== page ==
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Scott Leatham

Dr

Accepting PhD Students

Personal profile

Overview

I'm interested in how the fundamental drivers of social/ecological crises are reproduced and legitimised in society, and the social/environmental justice struggles that emerge to challenge these power structures. As a result, I often focus on the reproduction of market fundamentalist, anthropocentric, and (neo)colonial value systems within environmental movements. This means I'm often concerned with greenwash, false solutions, and the co-option of radical imaginaries in ways that prevent new worlds becoming. My current research engages with queer theory and (Western) degrowth imaginaries to critique the neoliberalisation, anti-radicalism, and (more recently) growth-dependency of queer acceptance discourse, arguing for a radical engagement between post-growth economics and queer theory.    

My PhD (at De Montfort University, UK and partly hosted by Liaoning University, China) was on contrasting neoliberal sustainable development discourse with the emergent discourse of 'ecological civilization' in China - focusing on its deployment in international spaces. This was mainly understood around the contrasting constructions of commodification, consumerism, and the environmental-consumer subject, winning an Award for Contributions to Research. 

Current research activities

I'm primarily a discourse analyst, using both archival and "field" approaches to analyse non-solicited (i.e. naturally occuring) discourse - though I will often triangualte this with other methods, including open interviews.

My current research focuses on three broad areas: 

  • Queer theory and degrowth (together with Jo Becker, Universidade de Vigo). This explores two arguments relating to the need for radical engagement between degrowth imaginaries and queer theory, and what lessons can be learned from queer organising in marginal spaces.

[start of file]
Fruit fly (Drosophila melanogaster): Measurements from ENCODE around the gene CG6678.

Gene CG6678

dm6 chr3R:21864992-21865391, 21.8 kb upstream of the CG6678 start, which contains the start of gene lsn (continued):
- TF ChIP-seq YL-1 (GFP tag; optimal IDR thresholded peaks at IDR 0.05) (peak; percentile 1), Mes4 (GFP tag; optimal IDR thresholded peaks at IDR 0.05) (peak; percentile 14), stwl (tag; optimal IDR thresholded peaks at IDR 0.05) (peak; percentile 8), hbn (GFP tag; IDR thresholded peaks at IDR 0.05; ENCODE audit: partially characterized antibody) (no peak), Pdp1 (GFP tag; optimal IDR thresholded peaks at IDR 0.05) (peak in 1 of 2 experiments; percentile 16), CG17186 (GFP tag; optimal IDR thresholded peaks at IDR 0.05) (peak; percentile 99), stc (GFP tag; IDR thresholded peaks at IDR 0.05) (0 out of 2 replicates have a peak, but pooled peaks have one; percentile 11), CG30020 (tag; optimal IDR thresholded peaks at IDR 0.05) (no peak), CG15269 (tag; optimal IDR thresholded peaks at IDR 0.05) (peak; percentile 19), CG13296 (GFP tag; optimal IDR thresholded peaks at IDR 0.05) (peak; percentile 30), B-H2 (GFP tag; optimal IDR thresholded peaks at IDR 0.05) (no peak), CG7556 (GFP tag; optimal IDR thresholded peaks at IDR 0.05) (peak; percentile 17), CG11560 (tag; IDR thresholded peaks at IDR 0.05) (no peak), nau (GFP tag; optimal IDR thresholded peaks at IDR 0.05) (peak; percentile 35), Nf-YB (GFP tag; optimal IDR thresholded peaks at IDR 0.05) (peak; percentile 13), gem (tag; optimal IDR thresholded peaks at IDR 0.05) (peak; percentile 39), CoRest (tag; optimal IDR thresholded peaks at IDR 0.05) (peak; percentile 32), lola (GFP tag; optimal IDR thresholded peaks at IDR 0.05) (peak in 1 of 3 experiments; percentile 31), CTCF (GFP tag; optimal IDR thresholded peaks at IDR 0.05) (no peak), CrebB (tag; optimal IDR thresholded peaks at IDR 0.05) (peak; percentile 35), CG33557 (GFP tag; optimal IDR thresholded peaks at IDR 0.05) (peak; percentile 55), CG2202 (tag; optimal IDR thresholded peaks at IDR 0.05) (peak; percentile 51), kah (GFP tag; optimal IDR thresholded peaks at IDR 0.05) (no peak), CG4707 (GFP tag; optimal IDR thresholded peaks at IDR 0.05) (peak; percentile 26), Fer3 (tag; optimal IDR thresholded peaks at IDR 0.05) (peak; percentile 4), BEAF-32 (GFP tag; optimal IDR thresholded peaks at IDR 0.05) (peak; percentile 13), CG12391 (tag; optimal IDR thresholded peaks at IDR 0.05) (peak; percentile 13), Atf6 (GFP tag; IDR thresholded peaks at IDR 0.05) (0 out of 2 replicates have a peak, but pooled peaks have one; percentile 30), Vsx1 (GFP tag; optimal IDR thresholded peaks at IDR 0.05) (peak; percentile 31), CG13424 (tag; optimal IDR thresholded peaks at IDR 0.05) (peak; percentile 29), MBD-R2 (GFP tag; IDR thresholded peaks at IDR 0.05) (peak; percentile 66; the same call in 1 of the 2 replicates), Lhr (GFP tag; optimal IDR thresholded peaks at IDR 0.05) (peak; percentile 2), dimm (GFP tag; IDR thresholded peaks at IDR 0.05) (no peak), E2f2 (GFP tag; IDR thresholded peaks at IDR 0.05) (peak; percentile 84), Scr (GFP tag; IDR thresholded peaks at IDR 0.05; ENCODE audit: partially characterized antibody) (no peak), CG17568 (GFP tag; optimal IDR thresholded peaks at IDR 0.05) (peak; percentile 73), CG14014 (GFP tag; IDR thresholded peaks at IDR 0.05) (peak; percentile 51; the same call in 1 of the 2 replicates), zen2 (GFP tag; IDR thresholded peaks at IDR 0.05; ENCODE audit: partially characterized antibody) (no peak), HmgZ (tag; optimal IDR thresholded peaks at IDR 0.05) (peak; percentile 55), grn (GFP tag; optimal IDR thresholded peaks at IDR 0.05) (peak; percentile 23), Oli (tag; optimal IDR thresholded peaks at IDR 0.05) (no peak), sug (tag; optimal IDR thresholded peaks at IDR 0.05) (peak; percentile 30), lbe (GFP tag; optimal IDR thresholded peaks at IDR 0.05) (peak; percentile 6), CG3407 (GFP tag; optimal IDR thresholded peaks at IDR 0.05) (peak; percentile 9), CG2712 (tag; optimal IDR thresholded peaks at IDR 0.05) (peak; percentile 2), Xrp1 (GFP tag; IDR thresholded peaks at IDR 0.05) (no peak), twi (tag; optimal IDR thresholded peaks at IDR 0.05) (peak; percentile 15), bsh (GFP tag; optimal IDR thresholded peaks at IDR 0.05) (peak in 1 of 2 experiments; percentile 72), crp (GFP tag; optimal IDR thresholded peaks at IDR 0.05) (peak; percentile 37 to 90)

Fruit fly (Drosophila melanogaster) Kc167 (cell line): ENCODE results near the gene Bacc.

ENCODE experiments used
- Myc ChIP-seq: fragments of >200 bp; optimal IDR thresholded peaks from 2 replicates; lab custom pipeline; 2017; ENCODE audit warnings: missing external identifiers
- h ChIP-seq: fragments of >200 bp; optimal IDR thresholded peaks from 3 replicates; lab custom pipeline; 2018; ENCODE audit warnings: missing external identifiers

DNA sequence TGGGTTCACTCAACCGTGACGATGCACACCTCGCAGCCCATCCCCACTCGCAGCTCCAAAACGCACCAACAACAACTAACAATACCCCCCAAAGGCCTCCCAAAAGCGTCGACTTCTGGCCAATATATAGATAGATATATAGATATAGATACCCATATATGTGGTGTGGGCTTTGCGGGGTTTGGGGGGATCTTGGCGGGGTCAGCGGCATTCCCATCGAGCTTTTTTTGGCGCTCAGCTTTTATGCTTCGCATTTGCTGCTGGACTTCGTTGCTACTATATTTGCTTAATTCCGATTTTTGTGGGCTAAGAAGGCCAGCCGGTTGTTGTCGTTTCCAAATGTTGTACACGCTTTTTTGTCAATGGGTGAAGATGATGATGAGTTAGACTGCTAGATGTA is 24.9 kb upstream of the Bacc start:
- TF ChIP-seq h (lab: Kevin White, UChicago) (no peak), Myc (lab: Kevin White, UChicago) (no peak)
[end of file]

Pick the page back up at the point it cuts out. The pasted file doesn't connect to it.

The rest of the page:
• Critiquing the dominance of narrowly defined, anthropocentric modes of valueing and 'knowing' nature, and how queer, pluriversal modes of thinking requires, to some extent, the acceptance of 'not knowing' to contend with the epistemic violence of an ever-expanding capitalistic and anthropocentric agency over nature. 
  • The articulation and pursuit of a 'just transition' in Scotland. I contrast this discourse with both the radical requirements of present socio-economic crises as well as both codified and emergent principles of environmental justice.

Expertise related to UN Sustainable Development Goals

In 2015, UN member states agreed to 17 global Sustainable Development Goals (SDGs) to end poverty, protect the planet and ensure prosperity for all. This person’s work contributes towards the following SDG(s):

  • SDG 8 - Decent Work and Economic Growth
  • SDG 10 - Reduced Inequalities
  • SDG 11 - Sustainable Cities and Communities
  • SDG 13 - Climate Action
  • SDG 14 - Life Below Water
  • SDG 15 - Life on Land